White House Announces First Ever Oil Savings Standards for Heavy-Duty Trucks

Today, President Obama will meet with industry officials to discuss the first-of-their-kind fuel efficiency and greenhouse gas pollution standards for work trucks, buses and other heavy-duty vehicles and to thank them for their leadership in finalizing a successful national program for these vehicles. This meeting marks the administration’s announcement of the standards, which is aimed as saving American businesses that operate and own these commercial vehicles approximately $50 billion in fuel costs over the life of the program.

The U.S. Department of Transportation (DOT) and the U.S. Environmental Protection Agency (EPA) developed the standards in close coordination with the companies that met with the president today as well as other stakeholders, following requests from companies to develop this program. The cost savings for American businesses are on top of the $1.7 trillion that American families will save at the pump from the historic fuel-efficiency standards announced by the Obama Administration for cars and light-duty trucks, including the model year 2017-2025 agreement announced by the president last month.

“While we were working to improve the efficiency of cars and light-duty trucks, something interesting happened,” said President Obama. “We started getting letters asking that we do the same for medium- and heavy-duty trucks. They were from the people who build, buy and drive these trucks. And today, I’m proud to have the support of these companies as we announce the first-ever national policy to increase fuel efficiency and decrease greenhouse gas pollution from medium-and heavy-duty trucks.”

Vocational vehicles will be required to reduce fuel consumption and greenhouse gas emissions by approximately 10 percent by model year 2018.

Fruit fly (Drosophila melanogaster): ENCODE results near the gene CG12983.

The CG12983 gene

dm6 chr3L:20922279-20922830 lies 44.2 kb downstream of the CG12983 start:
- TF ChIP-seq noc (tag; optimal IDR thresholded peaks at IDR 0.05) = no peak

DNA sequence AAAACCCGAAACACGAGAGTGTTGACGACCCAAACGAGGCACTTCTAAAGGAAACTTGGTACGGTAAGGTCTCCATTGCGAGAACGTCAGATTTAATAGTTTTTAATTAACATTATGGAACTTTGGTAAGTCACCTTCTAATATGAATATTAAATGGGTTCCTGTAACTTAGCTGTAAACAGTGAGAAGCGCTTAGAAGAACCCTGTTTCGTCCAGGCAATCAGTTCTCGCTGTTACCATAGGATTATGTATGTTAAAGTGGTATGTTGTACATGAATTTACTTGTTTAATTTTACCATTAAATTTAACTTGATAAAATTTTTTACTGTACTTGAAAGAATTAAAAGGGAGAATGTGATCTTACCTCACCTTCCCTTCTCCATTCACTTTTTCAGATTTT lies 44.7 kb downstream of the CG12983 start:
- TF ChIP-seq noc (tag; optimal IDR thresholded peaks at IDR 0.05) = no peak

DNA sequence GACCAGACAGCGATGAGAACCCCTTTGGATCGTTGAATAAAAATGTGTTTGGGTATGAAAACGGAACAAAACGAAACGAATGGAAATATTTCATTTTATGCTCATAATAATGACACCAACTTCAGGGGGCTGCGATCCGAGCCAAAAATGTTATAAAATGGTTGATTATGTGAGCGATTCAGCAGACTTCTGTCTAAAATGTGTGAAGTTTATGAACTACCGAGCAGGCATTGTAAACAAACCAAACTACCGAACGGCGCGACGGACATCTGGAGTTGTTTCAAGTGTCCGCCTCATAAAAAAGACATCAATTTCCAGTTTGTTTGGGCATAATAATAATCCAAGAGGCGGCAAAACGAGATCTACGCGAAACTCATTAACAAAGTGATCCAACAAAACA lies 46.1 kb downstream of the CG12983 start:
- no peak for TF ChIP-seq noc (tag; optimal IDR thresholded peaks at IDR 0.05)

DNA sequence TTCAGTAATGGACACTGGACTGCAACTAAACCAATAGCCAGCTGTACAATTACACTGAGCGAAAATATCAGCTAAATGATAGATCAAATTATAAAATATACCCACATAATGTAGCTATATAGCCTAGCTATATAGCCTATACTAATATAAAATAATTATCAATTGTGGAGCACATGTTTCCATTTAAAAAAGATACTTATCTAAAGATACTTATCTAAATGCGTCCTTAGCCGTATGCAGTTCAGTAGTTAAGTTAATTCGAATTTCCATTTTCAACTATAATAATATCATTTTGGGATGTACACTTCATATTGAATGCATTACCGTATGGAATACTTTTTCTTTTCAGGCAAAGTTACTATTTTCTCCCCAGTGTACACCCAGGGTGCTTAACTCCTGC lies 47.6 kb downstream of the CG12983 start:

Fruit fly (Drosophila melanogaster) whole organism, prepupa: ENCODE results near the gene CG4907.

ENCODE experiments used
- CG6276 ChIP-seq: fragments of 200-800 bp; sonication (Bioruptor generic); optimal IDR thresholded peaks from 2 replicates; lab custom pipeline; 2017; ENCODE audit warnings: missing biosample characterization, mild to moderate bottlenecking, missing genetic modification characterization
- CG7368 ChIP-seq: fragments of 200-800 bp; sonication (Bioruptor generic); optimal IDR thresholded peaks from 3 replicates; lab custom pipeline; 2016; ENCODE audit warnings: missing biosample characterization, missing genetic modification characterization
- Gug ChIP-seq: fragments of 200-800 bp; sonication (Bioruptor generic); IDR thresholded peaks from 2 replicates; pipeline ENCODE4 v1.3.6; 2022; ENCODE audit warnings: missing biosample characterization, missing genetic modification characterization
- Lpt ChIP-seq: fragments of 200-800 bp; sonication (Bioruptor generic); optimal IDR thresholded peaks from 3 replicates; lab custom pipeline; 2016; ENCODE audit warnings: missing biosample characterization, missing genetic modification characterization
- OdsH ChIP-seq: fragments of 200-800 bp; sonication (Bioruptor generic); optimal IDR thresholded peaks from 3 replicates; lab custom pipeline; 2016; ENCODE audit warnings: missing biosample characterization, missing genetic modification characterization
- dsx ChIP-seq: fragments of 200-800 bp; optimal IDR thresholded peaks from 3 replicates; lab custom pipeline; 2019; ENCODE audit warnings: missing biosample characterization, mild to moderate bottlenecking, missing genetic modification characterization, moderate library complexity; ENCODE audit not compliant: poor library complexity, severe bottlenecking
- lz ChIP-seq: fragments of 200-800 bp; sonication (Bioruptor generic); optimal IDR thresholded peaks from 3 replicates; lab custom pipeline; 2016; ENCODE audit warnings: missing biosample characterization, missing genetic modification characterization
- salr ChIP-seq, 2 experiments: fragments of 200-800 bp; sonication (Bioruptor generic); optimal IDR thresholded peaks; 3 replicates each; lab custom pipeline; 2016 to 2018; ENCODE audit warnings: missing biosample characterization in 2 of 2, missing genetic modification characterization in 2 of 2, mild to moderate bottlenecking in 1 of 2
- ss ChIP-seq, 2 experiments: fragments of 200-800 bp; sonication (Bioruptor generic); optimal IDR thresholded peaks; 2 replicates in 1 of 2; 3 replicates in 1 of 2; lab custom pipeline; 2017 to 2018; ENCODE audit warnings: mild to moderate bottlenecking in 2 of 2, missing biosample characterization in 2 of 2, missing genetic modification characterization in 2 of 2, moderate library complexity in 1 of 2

“Thanks to the Obama Administration, for the first time in our history we have a common goal for increasing the fuel efficiency of the trucks that deliver our products, the vehicles we use at work and the buses our children ride to school,” said DOT Secretary Ray LaHood. “These new standards will reduce fuel costs for businesses, encourage innovation in the manufacturing sector, and promote energy independence for America.”

Under the comprehensive new national program, trucks and buses built in 2014 through 2018 will reduce oil consumption by a projected 530 million barrels and greenhouse gas (GHG) pollution by approximately 270 million metric tons. Like the administration’s historic car standards, this program — which relies heavily on off-the-shelf technologies — was developed in coordination with truck and engine manufacturers, fleet owners, the State of California, environmental groups and other stakeholders.

The joint DOT/EPA program will include a range of targets which are specific to the diverse vehicle types and purposes. Vehicles are divided into three major categories: combination tractors (semi-trucks); heavy-duty pickup trucks and vans; and vocational vehicles (like transit buses and refuse trucks). Within each of those categories, even more specific targets are laid out based on the design and purpose of the vehicle. This flexible structure allows serious but achievable fuel efficiency improvement goals charted for each year and for each vehicle category and type.

For heavy-duty pickup trucks and vans, separate standards are required for gasoline-powered and diesel trucks. These vehicles will be required to achieve up to approximately 15 percent reduction in fuel consumption and greenhouse gas emissions by model year 2018. Under the finalized standards a typical gasoline or diesel powered heavy-duty pickup truck or van could save one gallon of fuel for every 100 miles traveled.

Vocational vehicles – including delivery trucks, buses, and garbage trucks – will be required to reduce fuel consumption and greenhouse gas emissions by approximately 10 percent by model year 2018. These trucks could save an average of one gallon of fuel for every 100 miles traveled.

More information is available on EPA’s website http://www.epa.gov/otaq/climate/regulations.htm and on NHTSA’s website http://www.nhtsa.gov/fuel-economy.

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